YESTERDAY'S SIT-IN at Paine Hall began as a protest against ROTC, and as such it will likely prove to have been a failure. The sit-in did not succeed in dramatizing the political issues involved in ROTC's presence here. And its aftermath, like the aftermath of last year's demonstration against Dow, will inevitably shift attention away from political issues altogether, and towards the more mundane administrative questions of punishments and proprieties.

It is also possible that the Faculty will now use the sit-in as an excuse to abandon the issue of ROTC completely. To do so would be a mistake. There are a great many people at Harvard who are very determined to see the University's one-sided relationship with ROTC amended, and yesterday's demonstration has certainly not changed this.

But one thing has been changed by the sit-in, and this for the good. The demonstration has indicated that there may be something very wrong with the way in which this university is governed. The tradition of closed, semi-secret Faculty meetings has been forcefully challenged, and must now be defended on rational grounds.

There are always those who will argue that these matters are best pursued through normal channels. But this presupposes that both sides are prepared to respond reasonably and fairly to the arguments of the other. When this condition is not met, the normal channels just don't work.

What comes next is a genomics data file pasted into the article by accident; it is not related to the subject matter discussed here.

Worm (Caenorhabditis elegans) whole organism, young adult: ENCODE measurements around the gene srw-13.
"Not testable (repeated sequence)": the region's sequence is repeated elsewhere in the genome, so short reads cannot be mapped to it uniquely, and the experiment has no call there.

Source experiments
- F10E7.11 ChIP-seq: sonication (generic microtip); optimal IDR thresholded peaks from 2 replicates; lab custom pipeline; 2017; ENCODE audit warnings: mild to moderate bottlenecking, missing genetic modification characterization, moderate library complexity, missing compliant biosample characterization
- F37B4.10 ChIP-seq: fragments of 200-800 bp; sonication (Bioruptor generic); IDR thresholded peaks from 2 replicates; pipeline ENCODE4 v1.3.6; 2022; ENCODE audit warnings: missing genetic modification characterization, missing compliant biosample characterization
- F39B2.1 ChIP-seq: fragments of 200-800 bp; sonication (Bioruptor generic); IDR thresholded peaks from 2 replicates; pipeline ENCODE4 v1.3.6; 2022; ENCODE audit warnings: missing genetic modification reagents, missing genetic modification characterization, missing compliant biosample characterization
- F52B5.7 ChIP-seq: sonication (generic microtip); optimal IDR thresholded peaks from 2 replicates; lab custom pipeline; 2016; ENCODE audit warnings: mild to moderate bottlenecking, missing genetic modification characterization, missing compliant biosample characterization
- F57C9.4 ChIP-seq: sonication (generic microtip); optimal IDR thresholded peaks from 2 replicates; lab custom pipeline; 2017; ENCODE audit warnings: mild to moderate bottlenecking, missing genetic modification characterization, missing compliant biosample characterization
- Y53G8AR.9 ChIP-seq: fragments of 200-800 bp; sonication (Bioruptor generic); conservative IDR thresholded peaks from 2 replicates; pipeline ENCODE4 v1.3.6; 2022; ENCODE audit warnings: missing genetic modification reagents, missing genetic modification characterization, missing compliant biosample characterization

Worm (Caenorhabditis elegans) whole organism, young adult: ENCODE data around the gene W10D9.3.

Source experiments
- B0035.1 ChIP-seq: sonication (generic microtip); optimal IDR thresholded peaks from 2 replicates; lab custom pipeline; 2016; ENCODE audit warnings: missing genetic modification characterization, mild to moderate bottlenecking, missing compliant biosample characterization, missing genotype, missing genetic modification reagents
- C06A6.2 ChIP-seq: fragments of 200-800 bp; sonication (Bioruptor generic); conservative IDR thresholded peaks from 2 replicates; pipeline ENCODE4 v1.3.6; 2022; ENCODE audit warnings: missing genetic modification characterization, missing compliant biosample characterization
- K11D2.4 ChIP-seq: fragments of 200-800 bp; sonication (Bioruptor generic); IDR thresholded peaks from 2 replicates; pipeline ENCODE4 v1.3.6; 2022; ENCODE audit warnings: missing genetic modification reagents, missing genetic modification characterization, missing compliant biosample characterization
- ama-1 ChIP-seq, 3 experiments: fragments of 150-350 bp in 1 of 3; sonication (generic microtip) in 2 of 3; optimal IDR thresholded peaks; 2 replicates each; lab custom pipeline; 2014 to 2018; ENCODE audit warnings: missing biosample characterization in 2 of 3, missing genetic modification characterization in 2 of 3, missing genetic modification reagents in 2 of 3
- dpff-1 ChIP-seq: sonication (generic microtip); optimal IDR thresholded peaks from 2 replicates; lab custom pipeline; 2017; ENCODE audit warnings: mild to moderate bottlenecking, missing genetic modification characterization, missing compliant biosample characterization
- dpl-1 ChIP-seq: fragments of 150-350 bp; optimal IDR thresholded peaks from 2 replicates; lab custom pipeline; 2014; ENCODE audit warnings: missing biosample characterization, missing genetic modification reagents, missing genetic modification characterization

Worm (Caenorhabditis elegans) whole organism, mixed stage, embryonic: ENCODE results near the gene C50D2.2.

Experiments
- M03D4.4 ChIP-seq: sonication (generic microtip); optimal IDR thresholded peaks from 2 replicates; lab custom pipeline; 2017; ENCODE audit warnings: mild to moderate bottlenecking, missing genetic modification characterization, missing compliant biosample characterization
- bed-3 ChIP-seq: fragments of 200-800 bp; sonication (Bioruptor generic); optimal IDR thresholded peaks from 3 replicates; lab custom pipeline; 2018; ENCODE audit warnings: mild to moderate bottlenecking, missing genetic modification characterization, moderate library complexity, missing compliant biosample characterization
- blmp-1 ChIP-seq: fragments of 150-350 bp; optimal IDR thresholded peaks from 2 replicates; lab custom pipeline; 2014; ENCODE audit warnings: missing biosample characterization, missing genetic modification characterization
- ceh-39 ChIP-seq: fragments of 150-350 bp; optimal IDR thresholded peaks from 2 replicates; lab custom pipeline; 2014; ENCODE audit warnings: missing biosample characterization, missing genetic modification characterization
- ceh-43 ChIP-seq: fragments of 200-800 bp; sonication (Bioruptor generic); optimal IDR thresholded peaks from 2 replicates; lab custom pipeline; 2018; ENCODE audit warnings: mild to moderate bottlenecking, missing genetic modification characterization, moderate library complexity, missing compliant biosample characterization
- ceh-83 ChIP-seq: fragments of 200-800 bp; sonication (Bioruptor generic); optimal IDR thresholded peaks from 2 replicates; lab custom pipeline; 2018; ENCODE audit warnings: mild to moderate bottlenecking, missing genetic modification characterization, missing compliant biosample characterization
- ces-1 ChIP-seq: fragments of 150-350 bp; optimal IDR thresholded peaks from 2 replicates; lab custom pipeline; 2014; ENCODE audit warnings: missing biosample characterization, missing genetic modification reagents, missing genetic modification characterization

Last Spring, the Harvard Undergraduate Council asked for student representation on two faculty committees. The answer was no--not for any particular reason, but just because the members of these committees "weren't convinced" that students should be allowed in. Two weeks ago, anti-ROTC demonstrators got as far as the door of a Faculty meeting, and were turned away, again without a reasonable explanation. Yesterday, the demonstrators asked Dean Glimp why the Faculty could not meet in the presence of students, and he told them that it was because of the rules.

This "explanation" should be considered before concluding that the people who sat in yesterday are simply incorrigible wreckers. The explanation is no explanation at all. If the Administration cannot present real arguments for closed Faculty meetings, then the rules should be changed, and such meetings as the one scheduled for yesterday should be open to students. And no one should be surprised if, in the meantime, the Faculty's rules are not entirely respected.

Yesterday's sit-in, for all the anger and irritation which it has provoked, has not changed the facts of the ROTC question, and the Faculty should not forget about ROTC because of it. And even in diverting attention from the ROTC issue, the demonstration has subjected the tradition of closed Faculty meetings to rational scrutiny--something which, in an intellectual community, is never to be feared.